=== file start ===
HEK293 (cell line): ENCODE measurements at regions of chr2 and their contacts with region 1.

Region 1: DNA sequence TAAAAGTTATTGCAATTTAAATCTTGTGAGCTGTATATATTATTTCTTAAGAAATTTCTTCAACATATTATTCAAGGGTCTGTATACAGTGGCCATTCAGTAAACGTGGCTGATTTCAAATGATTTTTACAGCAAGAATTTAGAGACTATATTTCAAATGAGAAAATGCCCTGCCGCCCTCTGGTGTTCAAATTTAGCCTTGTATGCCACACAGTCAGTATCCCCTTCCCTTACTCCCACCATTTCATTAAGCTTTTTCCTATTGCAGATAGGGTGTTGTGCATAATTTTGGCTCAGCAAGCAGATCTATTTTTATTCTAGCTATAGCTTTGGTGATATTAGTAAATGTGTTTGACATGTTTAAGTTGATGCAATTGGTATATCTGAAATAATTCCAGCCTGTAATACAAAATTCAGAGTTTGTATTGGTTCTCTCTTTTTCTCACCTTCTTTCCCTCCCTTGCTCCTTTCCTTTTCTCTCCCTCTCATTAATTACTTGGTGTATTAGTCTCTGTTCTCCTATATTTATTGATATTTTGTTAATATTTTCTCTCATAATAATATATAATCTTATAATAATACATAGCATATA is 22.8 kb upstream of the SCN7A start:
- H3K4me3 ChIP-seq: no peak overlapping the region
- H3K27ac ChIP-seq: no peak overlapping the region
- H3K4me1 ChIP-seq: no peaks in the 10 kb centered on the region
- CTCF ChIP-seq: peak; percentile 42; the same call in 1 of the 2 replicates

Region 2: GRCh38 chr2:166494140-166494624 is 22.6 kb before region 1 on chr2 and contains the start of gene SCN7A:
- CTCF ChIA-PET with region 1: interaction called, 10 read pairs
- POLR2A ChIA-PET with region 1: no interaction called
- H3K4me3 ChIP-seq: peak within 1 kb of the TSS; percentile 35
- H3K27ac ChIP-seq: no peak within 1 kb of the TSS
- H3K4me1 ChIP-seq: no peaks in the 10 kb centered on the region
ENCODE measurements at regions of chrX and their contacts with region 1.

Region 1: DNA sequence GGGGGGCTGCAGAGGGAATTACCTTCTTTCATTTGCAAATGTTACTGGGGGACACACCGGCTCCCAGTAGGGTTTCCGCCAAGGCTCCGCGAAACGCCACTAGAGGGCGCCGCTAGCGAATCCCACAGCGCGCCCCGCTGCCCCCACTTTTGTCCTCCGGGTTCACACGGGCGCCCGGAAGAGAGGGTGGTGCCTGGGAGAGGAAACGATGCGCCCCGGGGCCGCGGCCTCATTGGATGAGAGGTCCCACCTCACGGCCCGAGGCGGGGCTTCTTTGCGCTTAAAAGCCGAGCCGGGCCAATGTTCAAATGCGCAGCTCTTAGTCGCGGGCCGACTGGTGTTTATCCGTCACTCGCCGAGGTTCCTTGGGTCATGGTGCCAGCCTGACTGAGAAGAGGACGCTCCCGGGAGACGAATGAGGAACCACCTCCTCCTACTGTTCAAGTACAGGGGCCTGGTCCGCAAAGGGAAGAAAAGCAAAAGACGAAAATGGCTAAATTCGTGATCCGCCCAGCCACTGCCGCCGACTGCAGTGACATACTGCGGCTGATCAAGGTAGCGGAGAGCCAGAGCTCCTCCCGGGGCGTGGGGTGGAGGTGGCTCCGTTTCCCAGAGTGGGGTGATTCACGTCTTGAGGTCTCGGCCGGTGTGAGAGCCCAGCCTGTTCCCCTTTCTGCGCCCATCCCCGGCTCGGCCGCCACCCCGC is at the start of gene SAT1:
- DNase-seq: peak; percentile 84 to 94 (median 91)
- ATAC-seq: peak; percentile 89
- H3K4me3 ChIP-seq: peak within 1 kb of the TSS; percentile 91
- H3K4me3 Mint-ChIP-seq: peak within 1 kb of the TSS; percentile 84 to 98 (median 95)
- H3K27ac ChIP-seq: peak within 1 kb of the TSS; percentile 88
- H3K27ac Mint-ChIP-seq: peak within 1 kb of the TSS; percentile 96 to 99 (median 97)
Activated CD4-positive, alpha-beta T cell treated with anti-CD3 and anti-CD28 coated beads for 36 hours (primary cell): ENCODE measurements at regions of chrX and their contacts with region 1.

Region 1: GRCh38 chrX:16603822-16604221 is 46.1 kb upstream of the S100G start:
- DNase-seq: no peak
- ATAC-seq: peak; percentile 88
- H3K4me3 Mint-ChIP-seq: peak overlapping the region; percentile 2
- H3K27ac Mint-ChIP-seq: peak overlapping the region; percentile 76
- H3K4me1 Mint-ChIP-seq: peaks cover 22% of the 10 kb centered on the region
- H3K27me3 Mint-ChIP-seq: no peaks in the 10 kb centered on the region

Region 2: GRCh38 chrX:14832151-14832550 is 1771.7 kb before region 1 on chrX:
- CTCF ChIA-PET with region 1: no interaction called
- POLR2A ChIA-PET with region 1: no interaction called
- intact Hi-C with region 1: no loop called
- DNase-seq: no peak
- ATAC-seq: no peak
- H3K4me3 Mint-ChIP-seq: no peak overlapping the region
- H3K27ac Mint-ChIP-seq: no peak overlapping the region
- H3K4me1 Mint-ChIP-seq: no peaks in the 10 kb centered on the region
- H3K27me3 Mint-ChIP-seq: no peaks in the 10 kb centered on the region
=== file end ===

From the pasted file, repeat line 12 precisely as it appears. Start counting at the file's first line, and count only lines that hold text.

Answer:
- H3K4me1 ChIP-seq: no peaks in the 10 kb centered on the region